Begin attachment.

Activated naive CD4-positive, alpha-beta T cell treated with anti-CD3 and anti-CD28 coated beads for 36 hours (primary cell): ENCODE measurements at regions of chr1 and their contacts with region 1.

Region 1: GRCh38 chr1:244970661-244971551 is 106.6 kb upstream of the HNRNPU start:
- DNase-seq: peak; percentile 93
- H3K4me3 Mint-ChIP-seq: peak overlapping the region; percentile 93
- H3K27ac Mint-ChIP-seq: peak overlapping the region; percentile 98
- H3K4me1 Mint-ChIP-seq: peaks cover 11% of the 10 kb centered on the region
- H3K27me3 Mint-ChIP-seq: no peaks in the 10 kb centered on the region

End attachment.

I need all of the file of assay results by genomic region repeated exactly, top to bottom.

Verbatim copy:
Activated naive CD4-positive, alpha-beta T cell treated with anti-CD3 and anti-CD28 coated beads for 36 hours (primary cell): ENCODE measurements at regions of chr1 and their contacts with region 1.

Region 1: GRCh38 chr1:244970661-244971551 is 106.6 kb upstream of the HNRNPU start:
- DNase-seq: peak; percentile 93
- H3K4me3 Mint-ChIP-seq: peak overlapping the region; percentile 93
- H3K27ac Mint-ChIP-seq: peak overlapping the region; percentile 98
- H3K4me1 Mint-ChIP-seq: peaks cover 11% of the 10 kb centered on the region
- H3K27me3 Mint-ChIP-seq: no peaks in the 10 kb centered on the region